social health of each state ranked New Mexico dead last. We received
an F grade from the Fordham researchers in poverty,
health insurance coverage, teenage drug abuse, average weekly wages,
suicide, and high school completion.
Morgan Quinto Press ranks our education system as
the worst in the nation; from 1993 to 2004, their assessment of
the relative rank of our health care system fell precipitously from
#22 to #49 concurrent with huge growth in nuclear weapons
spending in New Mexico. New Mexico has the second highest rate of
poverty and child poverty in the nation.
From 1929 to 1960, New Mexico consistently ranked
37th or so among the states in per capita personal income. By 1970,
we had fallen to 42nd where we stayed through 1980. By 1990 we had
fallen to 48th. Whatever else one might say about them, the economic
development programs and policies of New Mexicos last 10 gubernatiorial
administrations, both Democrat and Republican, just have not been
as successful as those in other poor states.
Most ominous for the health of our society and democracy,
especially when coupled with both widespread and deep poverty, by
1997 New Mexico had achieved the third-greatest gap between rich
and poor of any state (Santa Fe New Mexican, 12/17/97).
Why? The money has been flowing in, lots of it. And we have had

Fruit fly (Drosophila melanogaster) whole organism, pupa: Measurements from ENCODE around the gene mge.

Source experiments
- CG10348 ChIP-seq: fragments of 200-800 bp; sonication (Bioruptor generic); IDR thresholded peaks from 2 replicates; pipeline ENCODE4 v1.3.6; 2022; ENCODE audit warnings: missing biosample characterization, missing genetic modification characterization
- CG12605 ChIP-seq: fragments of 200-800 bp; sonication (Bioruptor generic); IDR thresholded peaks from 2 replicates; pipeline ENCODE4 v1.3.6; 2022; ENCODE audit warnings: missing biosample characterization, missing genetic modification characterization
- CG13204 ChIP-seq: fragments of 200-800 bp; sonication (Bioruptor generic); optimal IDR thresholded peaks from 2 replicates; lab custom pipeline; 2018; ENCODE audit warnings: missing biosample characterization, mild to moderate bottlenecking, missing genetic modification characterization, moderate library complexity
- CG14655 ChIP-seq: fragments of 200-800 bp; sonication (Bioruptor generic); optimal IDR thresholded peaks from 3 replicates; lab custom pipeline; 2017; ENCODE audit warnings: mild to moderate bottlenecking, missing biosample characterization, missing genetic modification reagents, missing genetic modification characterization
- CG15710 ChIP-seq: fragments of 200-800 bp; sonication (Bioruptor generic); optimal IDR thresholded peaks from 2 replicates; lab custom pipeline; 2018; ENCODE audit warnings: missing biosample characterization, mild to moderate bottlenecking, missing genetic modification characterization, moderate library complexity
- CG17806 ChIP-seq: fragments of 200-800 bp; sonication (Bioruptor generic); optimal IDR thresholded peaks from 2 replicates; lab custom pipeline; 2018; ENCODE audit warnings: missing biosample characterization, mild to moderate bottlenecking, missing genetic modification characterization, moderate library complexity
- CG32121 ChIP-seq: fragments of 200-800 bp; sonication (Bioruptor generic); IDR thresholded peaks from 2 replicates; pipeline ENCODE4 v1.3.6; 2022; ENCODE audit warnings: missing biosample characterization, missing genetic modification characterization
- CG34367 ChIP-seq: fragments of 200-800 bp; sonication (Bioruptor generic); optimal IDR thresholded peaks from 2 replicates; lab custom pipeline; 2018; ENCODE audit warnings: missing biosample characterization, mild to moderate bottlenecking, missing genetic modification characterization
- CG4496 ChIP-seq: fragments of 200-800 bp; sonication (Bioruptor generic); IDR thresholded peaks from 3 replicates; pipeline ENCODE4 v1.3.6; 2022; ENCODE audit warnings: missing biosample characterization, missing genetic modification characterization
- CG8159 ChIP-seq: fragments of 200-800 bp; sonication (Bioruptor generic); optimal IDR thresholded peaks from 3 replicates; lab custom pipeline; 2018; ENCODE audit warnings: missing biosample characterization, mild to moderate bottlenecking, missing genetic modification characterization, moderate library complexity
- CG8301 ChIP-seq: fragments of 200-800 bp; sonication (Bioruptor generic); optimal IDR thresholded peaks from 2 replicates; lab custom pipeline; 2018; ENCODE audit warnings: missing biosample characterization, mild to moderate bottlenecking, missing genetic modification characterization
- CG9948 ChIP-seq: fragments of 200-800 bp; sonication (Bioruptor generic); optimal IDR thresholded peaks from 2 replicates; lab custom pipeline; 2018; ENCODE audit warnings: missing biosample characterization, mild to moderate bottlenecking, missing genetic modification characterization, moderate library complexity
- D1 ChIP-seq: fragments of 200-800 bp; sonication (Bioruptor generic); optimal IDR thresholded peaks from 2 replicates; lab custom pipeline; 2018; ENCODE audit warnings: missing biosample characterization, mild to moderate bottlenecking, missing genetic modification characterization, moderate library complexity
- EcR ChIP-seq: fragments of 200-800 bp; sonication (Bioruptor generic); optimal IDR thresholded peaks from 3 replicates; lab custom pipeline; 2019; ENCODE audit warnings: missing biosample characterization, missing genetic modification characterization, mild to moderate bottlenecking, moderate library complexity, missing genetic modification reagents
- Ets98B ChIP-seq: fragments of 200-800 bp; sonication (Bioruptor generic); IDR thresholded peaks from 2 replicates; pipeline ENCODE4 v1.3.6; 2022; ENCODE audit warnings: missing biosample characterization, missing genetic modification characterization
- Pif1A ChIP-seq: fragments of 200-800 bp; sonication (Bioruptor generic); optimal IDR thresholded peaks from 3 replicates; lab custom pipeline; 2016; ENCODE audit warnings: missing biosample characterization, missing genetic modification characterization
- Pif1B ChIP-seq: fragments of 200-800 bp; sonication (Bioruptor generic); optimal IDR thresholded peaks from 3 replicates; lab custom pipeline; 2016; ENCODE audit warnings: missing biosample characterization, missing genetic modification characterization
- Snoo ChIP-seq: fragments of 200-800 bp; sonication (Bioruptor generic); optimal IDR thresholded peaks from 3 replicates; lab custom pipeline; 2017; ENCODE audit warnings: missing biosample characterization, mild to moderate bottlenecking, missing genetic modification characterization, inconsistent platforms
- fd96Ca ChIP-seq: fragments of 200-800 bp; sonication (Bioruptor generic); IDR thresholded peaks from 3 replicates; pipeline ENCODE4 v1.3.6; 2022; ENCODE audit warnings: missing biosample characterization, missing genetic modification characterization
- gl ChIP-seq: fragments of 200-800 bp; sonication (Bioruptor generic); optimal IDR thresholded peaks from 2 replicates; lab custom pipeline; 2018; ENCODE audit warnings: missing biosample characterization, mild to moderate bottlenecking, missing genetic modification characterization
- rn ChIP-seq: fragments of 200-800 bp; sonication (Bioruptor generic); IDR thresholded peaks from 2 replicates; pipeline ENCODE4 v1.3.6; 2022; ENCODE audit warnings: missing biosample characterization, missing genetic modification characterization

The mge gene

the political clout. Senator Domenici is one of the most powerful
persons in the U.S. Congress. What has been the fruit of the enormous
efforts that he, Senator Anderson before him, and to a lesser extent
Senator Bingaman and others, have devoted to the weapons laboratories
and military in New Mexico? The result has been, on the whole, very
little. Will continued focus and loyalty to the federal nuclear-military
complex lift up New Mexicans? Six decades of data suggest not.
Nuclear Facilities in New Mexico
There are four nuclear weapons facilities in New
Mexico. Three are funded by the National Nuclear Security Administration
(NNSA), a quasi-independent agency within the Department of Energy
(DOE). The fourth, WIPP, is a DOE-funded nuclear waste disposal
site; DOE wants to broaden WIPPs mission to include certain
Los Alamos National Laboratory (LANL)
Contractor: University of California, 9th largest defense contractor
in the U.S.
Budget: $2.22 billion: 73% nuclear weapons; 7% nonproliferation;
6% science; 4% other defense; 4% environmental cleanup
(half for other DOE/NNSA sites); 3% homeland security & related;
Mission: Design and test nuclear explosives; prototype nuclear explosive
devices and manufacture selected components; military & defense
sciences; onsite nuclear waste disposal; supporting sciences.
Sandia National Laboratories (SNL)
Contractor: Lockheed-Martin Corp., largest defense contractor in
Budget: $2.22 billion (includes branches in CA, NV, HI): 56% nuclear
weapons; 14% other military; 13% secret/unclear; 7% nonproliferation;
10% science, energy, corporate, homeland security, other.
Mission: Weaponizing nuclear bombs and warheads; testing warheads
and components and manufacturing selected components; defense, spy, & space hardware and software; supporting science and technology.
NNSA Service Center, Albuquerque
Contractor: no operating site contractor; federal site.
Budget: $584 million: 55% nuclear weapons; 30% nuclear nonproliferation;
11% other defense; 4% cleanup, science, energy.
Mission: Contract administration; frankly somewhat unclear and evolving.
Waste Isolation Pilot Plant (WIPP)
Contractor: Westinghouse TRU Solutions.
Budget: $183 million.
Mission: Defense transuranic nuclear waste disposal.